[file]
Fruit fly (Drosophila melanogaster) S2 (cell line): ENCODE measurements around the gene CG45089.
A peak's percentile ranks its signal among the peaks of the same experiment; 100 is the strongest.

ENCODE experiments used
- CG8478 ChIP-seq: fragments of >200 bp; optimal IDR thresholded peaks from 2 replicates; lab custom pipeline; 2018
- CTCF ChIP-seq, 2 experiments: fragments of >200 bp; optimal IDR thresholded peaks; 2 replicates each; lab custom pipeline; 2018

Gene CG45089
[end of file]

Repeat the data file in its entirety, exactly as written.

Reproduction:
Fruit fly (Drosophila melanogaster) S2 (cell line): ENCODE measurements around the gene CG45089.
A peak's percentile ranks its signal among the peaks of the same experiment; 100 is the strongest.

ENCODE experiments used
- CG8478 ChIP-seq: fragments of >200 bp; optimal IDR thresholded peaks from 2 replicates; lab custom pipeline; 2018
- CTCF ChIP-seq, 2 experiments: fragments of >200 bp; optimal IDR thresholded peaks; 2 replicates each; lab custom pipeline; 2018

Gene CG45089